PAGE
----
Measuring Justice

I haven’t read it all yet, but this report( SGI11_Social_Justice_OECD ) on OECD nations is intriguing, largely because it attempts to establish a “social justice index”– the kind of metric that most policy think tanks in the US would never even consider. In fact, the term “social justice” is red meat to the political right, for whom it signifies something like communism. Such distortions ought not to detain us, however. The larger issue concerns the fact that the way we conceive of problems (objects of study) shapes the solutions we arrive at. As one of my teachers once said, “To ask the question is to answer it.”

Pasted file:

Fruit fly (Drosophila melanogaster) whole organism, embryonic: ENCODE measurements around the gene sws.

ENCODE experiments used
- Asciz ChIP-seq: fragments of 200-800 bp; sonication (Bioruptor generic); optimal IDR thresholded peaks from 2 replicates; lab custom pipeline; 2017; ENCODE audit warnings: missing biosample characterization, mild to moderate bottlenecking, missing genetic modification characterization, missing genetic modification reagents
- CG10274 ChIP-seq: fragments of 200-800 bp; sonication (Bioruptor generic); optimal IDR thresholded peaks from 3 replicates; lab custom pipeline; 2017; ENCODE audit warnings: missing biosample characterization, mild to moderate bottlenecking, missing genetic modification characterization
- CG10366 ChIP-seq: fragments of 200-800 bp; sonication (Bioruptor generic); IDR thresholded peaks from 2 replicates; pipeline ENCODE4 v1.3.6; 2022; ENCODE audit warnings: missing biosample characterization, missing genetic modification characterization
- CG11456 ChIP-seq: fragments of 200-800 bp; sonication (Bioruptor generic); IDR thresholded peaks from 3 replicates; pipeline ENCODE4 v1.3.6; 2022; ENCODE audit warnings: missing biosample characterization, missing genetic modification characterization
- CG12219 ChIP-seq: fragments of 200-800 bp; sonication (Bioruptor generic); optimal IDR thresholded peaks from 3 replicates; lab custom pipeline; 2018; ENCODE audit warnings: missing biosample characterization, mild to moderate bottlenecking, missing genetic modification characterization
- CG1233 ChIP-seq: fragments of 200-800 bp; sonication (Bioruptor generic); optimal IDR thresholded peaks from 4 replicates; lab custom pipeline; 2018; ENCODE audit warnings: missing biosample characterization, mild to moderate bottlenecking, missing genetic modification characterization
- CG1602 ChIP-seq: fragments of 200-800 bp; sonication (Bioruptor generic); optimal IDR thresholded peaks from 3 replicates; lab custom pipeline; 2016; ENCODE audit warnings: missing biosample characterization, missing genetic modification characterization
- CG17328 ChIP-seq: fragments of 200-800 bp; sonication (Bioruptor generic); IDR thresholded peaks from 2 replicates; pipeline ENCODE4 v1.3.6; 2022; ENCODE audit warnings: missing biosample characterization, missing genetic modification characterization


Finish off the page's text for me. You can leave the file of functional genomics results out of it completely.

Here is the definition of social justice given in the study:

And here is one of the graphs from the study.

The social justice index created by the study’s authors bears some resemblance to the Gini Co-efficient, which measures income inequality. According to the CIA factbook, the US is the 39th most unequal society in the world, slightly less unequal than Bulgaria and a bet more equal than Cameroon.